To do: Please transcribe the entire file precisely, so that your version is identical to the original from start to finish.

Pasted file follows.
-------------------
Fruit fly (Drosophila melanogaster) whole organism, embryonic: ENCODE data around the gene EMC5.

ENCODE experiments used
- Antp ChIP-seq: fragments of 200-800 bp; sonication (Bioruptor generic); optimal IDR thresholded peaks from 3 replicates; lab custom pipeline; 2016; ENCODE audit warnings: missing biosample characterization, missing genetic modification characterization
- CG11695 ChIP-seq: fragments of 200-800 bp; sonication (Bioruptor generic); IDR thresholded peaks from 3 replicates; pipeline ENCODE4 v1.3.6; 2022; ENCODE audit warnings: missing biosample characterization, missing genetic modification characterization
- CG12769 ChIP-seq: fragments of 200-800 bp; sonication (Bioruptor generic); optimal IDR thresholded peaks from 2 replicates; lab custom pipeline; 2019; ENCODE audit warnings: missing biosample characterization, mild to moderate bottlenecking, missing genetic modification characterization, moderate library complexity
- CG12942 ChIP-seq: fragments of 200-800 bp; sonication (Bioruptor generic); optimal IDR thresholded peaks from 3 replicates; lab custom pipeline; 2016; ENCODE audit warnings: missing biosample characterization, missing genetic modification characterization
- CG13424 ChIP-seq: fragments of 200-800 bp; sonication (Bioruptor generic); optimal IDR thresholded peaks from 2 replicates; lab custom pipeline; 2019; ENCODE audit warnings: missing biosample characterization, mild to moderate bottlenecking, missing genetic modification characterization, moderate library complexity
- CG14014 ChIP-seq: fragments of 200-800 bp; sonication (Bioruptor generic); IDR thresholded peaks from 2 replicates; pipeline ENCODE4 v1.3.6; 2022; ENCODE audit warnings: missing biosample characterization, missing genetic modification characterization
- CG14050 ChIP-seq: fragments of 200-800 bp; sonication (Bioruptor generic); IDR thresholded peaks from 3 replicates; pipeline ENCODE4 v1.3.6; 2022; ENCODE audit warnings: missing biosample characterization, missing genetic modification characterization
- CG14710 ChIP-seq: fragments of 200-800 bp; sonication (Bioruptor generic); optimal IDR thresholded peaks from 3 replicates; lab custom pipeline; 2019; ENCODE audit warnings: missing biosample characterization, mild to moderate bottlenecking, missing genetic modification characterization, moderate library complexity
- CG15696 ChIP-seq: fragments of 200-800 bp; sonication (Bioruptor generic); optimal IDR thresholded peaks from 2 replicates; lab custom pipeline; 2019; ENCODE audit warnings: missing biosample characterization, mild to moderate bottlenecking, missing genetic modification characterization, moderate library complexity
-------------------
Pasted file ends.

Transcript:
Fruit fly (Drosophila melanogaster) whole organism, embryonic: ENCODE data around the gene EMC5.

ENCODE experiments used
- Antp ChIP-seq: fragments of 200-800 bp; sonication (Bioruptor generic); optimal IDR thresholded peaks from 3 replicates; lab custom pipeline; 2016; ENCODE audit warnings: missing biosample characterization, missing genetic modification characterization
- CG11695 ChIP-seq: fragments of 200-800 bp; sonication (Bioruptor generic); IDR thresholded peaks from 3 replicates; pipeline ENCODE4 v1.3.6; 2022; ENCODE audit warnings: missing biosample characterization, missing genetic modification characterization
- CG12769 ChIP-seq: fragments of 200-800 bp; sonication (Bioruptor generic); optimal IDR thresholded peaks from 2 replicates; lab custom pipeline; 2019; ENCODE audit warnings: missing biosample characterization, mild to moderate bottlenecking, missing genetic modification characterization, moderate library complexity
- CG12942 ChIP-seq: fragments of 200-800 bp; sonication (Bioruptor generic); optimal IDR thresholded peaks from 3 replicates; lab custom pipeline; 2016; ENCODE audit warnings: missing biosample characterization, missing genetic modification characterization
- CG13424 ChIP-seq: fragments of 200-800 bp; sonication (Bioruptor generic); optimal IDR thresholded peaks from 2 replicates; lab custom pipeline; 2019; ENCODE audit warnings: missing biosample characterization, mild to moderate bottlenecking, missing genetic modification characterization, moderate library complexity
- CG14014 ChIP-seq: fragments of 200-800 bp; sonication (Bioruptor generic); IDR thresholded peaks from 2 replicates; pipeline ENCODE4 v1.3.6; 2022; ENCODE audit warnings: missing biosample characterization, missing genetic modification characterization
- CG14050 ChIP-seq: fragments of 200-800 bp; sonication (Bioruptor generic); IDR thresholded peaks from 3 replicates; pipeline ENCODE4 v1.3.6; 2022; ENCODE audit warnings: missing biosample characterization, missing genetic modification characterization
- CG14710 ChIP-seq: fragments of 200-800 bp; sonication (Bioruptor generic); optimal IDR thresholded peaks from 3 replicates; lab custom pipeline; 2019; ENCODE audit warnings: missing biosample characterization, mild to moderate bottlenecking, missing genetic modification characterization, moderate library complexity
- CG15696 ChIP-seq: fragments of 200-800 bp; sonication (Bioruptor generic); optimal IDR thresholded peaks from 2 replicates; lab custom pipeline; 2019; ENCODE audit warnings: missing biosample characterization, mild to moderate bottlenecking, missing genetic modification characterization, moderate library complexity